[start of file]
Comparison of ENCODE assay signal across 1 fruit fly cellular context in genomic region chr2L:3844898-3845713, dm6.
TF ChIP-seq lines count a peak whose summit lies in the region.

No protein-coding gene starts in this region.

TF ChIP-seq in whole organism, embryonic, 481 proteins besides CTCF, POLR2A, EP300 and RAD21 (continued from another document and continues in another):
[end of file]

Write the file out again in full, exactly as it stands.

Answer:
Comparison of ENCODE assay signal across 1 fruit fly cellular context in genomic region chr2L:3844898-3845713, dm6.
TF ChIP-seq lines count a peak whose summit lies in the region.

No protein-coding gene starts in this region.

TF ChIP-seq in whole organism, embryonic, 481 proteins besides CTCF, POLR2A, EP300 and RAD21 (continued from another document and continues in another):